Postoperative evaluation included plain abdominal films taken immediately after treatment before leaving the operating theater. Patients were followed up for a minimum of 3 months with abdominal ultrasonography, plain x-rays or CT scans to exclude obstructive hydronephrosis and to verify the residual stone burden, if present. The study has been approved by our department committee.

Assessment of the procedure outcomes included stone free and complication rates. Stone freedom was defined as pulverization of all calculi to fine dust or fragments not larger than 2 mm in diameter on x-ray imaging at the end of procedure. This was considered to be too small to extract and was liable to pass spontaneously [3]. Patients requiring re-procedures or SWL during follow-up were considered as treatment failures. Operative time was calculated from begin of cystoscopy till the removal of all equipment.

Laser lithotripsy equipment

Ho:YAG laser system (Auriga XL, Starmedtec, Starnberg, Germany) with laser fiber diameter of 365 μm was used with the semirigid ureteroscopes. Fibers with 220 μm diameter were used for the flexible ureteroscopes to avoid compromising both irrigation flow and the maximal endoscope tip deflection.

Operative instrumentation and technique

The ureteroscopic manipulations of the upper urinary tract are adequately described [2, 4, 5], here in brief;

Under general anesthesia, dorsal lithotomy position, and after sterilization and sterile coverings, a diagnostic 22 F cystoscopy was done. Spinal anesthesia are not a common approach in our department as both patients and anesthists advice general anesthesia. This is followed with identification of the ureteral orifice and its cannulation with 0.038-inch hydrophilic guide wire under fluoroscopic guidance. A 16 F transurethral catheter is inserted for drainages to prevent bladder distension during continuous irrigation.

Ureteroscopic procedures were done either with semi-rigid ureteroscopes (diameter from 7 F to 9,5 F) or 7.5 F flexible ureteroscopes implying double active tip deflection mechanism and maintaining a 3.6 F-working channel (Storz Flex X 2, Storz Tutlingen, Germany). The flexible ureteroscope was positioned via a 12 F ureteral access sheath (Cook Medical Bloomington, Illinois, USA) that was placed over the guide wire. These ureteral access sheaths allow frequent passage of the ureteroscope to the upper urinary tract, enable optimal visualization, maintain low intra-renal pressure and hasten calculi fragments extraction. Ureteric manipulations were aiming to direct laser shock impulses to the middle of stones and their fragments under direct vision to allow fragmentation without ureteric injuries.

Basket stone removal was considered for fragments >2 mm in size after laser fragmentation to achieve samples for stone composition analysis. Staged therapy was considered in case of a bad visibility limiting further access to rest fragments or when remaining stone burden seems larger to still be removed at the same session. Bad visibility was mainly due to macrohematuria as well as stone dust leading to turbidity of fluid media and obscuring vision.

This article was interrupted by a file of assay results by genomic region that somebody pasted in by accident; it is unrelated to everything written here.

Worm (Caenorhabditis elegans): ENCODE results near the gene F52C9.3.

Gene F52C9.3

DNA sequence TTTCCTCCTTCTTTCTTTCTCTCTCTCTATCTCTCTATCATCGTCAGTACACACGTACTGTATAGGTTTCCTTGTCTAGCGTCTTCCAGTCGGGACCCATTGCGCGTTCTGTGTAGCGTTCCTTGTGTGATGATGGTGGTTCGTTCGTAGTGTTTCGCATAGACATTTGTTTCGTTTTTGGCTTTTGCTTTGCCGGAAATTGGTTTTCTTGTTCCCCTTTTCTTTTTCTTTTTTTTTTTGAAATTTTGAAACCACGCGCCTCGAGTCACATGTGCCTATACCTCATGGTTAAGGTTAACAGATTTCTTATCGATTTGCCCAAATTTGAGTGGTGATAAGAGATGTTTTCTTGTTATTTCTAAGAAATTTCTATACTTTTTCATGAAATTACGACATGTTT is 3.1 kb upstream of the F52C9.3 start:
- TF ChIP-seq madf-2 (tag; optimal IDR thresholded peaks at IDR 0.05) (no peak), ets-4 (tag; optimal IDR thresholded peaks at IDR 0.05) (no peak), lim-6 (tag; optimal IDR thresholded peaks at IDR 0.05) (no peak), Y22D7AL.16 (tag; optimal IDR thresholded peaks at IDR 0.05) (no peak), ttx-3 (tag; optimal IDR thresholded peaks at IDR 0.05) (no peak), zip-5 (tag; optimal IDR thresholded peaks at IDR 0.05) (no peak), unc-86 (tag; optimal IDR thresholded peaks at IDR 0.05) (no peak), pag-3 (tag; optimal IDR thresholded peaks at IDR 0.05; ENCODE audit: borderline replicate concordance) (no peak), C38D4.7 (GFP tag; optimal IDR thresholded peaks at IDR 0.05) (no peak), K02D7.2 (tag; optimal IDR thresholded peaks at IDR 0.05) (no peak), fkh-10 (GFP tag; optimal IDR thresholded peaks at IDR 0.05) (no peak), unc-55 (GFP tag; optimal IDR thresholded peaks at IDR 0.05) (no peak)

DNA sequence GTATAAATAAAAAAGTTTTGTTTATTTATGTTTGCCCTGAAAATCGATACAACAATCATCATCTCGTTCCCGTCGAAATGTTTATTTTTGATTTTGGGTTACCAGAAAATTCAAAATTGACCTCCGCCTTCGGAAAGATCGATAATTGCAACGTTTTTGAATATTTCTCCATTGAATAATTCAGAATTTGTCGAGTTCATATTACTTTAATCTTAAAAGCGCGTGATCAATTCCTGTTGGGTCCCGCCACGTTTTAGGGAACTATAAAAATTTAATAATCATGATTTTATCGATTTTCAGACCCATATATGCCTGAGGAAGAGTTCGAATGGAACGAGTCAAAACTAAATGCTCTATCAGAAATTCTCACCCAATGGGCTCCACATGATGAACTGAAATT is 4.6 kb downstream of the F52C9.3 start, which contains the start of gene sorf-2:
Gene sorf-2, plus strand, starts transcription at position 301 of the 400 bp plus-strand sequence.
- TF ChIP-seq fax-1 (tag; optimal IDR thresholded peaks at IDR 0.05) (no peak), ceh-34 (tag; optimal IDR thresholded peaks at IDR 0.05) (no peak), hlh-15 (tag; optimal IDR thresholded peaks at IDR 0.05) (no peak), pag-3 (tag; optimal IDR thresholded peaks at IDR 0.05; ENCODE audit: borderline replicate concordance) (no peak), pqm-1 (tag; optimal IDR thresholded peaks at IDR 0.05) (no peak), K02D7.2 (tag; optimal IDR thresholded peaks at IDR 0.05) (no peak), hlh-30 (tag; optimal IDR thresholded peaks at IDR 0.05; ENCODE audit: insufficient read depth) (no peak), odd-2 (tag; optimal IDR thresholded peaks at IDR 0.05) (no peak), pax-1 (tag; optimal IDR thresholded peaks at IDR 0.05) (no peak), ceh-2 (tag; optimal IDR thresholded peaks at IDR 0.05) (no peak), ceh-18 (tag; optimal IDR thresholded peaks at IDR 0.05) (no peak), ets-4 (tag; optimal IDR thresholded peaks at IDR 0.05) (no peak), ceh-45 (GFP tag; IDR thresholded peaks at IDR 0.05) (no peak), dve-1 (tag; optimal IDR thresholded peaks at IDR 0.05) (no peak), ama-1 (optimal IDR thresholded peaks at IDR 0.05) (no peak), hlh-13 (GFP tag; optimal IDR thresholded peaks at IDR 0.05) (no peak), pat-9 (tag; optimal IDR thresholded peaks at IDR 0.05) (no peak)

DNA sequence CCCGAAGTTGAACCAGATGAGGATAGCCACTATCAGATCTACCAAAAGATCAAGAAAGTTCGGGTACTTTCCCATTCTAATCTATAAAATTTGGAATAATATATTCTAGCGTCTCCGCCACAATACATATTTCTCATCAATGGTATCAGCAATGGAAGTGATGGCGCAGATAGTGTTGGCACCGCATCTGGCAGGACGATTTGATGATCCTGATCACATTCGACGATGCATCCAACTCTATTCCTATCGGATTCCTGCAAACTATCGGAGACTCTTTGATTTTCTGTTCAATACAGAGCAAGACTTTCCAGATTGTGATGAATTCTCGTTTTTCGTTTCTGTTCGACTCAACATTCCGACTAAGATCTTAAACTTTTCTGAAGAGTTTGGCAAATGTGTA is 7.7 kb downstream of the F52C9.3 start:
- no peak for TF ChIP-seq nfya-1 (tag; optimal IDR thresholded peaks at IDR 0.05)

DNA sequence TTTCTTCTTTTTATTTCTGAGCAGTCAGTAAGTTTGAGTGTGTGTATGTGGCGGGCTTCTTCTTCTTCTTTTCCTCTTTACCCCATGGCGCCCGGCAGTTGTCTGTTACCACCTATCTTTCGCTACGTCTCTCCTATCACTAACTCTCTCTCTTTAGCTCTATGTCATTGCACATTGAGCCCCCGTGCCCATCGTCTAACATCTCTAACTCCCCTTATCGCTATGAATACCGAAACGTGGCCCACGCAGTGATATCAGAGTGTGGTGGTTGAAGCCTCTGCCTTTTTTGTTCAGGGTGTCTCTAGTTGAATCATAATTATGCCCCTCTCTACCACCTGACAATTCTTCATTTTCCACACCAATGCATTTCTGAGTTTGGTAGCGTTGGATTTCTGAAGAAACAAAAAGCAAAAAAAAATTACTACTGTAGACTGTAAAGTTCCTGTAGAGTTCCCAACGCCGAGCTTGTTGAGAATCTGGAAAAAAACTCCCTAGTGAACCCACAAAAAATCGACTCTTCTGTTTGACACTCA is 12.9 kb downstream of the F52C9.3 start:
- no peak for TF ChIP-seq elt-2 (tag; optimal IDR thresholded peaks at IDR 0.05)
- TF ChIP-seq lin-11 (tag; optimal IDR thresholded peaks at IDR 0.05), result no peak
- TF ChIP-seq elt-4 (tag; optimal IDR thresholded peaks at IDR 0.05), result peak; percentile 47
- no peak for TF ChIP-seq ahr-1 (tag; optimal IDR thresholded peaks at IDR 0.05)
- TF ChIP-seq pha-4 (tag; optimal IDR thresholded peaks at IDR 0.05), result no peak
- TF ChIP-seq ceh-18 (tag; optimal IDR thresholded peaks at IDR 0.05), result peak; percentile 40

Ureteric stent was placed based on following criteria; prolonged procedures (>60 minutes), large amount of stone debris or evident ureteral edema/trauma and prior insertion of an access sheath. Complications were classified according to the modified Clavien grading system [6].

Statistical analysis

The Mann–Whitney test was used for comparison of the univariate variables between the two groups. Outcome, complications and operative data were compared using the chi-square and Fisher exact test. Significance was considered as P-value <0.05. All data are expressed as calculated mean ± standard error (SEM). Analysis was done using the computer software SPSS 17.0 for Windows XP.

Results

No significant difference in median patient’s age between the two groups (53.9 vs. 53.3 year) was found. A part of patient cohorts had undergone previous interventions for calculus disease (39.2% vs. 40% for group I vs. II, respectively). Patients with proximal ureteral stones had larger calculi (median diameter = 10.70 mm) vs. those with distal ones (median 8.24 mm) and were more likely to have DJ-stent at presentation (37.3% vs. 16.2%, respectively). Multiple stones were found in three patients of 1st group versus five patients in 2nd group (Table 1).
Table 1

Patients’ and stones’ characteristics: proximal versus distal ureteral calculi in 88 patients treated with ureteroscopic Ho:YAG laser lithotripsy

Patients’ characteristics

Number of patients

Proximal stones 51

Distal stones 37

P value

Gender:

   

male/female

40/11

23/14

Age (years)*

53.9 ± 1.8

53.3 ± 3.0

0.829

Stone diameter (mm)*

10.7 ± 0.7

8.2 ± 0.6

0.020

Stone burden (mm2)

110.7 ± 17.6

64.4 ± 11.6

0.010

Number of patients with multiple stone burden (%)

3 (5.9)

5 (13.5)

0.225

Number of patients with prior treatments (%)

20 (39.2)

15 (40)

0.905

Number of patients with preoperative double-J stents (%)

19 (37.3)

6 (16.2)

0.032

*mean +/- SD.

Mean operative time was 81.3 ± 4.5 minutes (25–140 minutes) in the first group and 65.7 ± 3.8 minutes (25–120 minutes) in the 2nd group.